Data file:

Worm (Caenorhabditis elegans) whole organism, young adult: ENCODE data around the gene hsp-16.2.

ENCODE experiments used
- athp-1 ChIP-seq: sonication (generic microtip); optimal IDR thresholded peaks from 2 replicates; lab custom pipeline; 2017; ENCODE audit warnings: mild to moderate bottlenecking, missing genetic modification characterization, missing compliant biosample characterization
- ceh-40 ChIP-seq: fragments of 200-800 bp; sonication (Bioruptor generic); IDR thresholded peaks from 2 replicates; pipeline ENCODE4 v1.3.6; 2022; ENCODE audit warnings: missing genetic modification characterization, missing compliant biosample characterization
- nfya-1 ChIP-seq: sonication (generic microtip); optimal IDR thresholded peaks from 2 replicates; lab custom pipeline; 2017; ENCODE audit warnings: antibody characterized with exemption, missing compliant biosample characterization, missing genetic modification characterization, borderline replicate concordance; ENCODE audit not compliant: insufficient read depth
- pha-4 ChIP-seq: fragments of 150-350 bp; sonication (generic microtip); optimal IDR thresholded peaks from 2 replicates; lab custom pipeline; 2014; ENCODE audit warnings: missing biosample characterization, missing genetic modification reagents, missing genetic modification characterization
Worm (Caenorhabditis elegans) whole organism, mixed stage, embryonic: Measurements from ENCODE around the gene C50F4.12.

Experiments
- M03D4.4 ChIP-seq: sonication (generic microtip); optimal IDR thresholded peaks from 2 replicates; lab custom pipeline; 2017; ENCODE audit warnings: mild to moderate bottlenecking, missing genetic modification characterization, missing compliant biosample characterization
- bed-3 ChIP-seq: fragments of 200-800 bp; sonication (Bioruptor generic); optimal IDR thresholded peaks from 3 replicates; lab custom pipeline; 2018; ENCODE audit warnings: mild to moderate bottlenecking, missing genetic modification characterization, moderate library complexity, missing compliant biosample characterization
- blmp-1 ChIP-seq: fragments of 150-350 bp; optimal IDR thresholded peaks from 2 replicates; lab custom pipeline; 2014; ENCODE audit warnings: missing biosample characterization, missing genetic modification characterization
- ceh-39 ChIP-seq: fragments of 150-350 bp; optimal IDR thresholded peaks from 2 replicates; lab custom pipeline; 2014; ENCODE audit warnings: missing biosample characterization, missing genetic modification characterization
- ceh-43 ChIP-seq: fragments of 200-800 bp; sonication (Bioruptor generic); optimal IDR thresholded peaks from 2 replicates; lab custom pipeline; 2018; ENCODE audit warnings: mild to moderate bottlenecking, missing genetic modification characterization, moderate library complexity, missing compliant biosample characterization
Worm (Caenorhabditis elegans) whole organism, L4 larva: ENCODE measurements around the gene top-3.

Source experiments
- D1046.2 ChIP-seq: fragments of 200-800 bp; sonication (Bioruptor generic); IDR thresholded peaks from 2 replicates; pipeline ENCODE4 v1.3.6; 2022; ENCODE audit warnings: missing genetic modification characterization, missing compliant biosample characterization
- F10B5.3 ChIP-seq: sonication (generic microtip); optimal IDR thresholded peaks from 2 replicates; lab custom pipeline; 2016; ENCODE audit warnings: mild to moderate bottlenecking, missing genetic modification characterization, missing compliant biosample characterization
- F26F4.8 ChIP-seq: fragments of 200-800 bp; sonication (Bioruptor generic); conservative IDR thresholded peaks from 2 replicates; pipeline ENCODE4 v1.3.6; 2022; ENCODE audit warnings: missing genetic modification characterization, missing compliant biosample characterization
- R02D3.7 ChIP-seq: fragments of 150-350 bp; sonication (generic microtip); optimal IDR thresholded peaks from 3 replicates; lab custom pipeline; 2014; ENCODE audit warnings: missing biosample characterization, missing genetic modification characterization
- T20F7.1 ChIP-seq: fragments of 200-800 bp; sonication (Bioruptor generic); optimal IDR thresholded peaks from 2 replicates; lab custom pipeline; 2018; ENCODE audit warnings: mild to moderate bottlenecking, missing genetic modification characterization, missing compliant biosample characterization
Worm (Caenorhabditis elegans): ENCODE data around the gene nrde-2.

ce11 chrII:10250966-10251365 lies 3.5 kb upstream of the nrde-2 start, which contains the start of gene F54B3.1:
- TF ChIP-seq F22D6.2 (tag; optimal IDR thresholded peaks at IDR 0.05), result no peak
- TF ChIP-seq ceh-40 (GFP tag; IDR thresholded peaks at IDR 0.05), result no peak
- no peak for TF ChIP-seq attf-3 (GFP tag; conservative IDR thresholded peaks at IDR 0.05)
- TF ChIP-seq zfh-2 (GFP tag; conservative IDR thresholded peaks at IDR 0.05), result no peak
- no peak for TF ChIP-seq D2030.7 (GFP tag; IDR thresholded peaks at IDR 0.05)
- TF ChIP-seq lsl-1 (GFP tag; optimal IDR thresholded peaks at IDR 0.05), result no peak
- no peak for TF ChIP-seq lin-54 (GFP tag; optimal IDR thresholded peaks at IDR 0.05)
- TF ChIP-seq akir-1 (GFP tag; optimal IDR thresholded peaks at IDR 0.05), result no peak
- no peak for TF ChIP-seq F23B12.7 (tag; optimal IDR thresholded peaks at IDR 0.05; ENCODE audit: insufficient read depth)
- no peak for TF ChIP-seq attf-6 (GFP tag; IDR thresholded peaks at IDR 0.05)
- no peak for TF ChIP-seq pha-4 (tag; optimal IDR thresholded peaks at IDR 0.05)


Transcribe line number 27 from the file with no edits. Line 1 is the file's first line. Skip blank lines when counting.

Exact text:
- no peak for TF ChIP-seq D2030.7 (GFP tag; IDR thresholded peaks at IDR 0.05)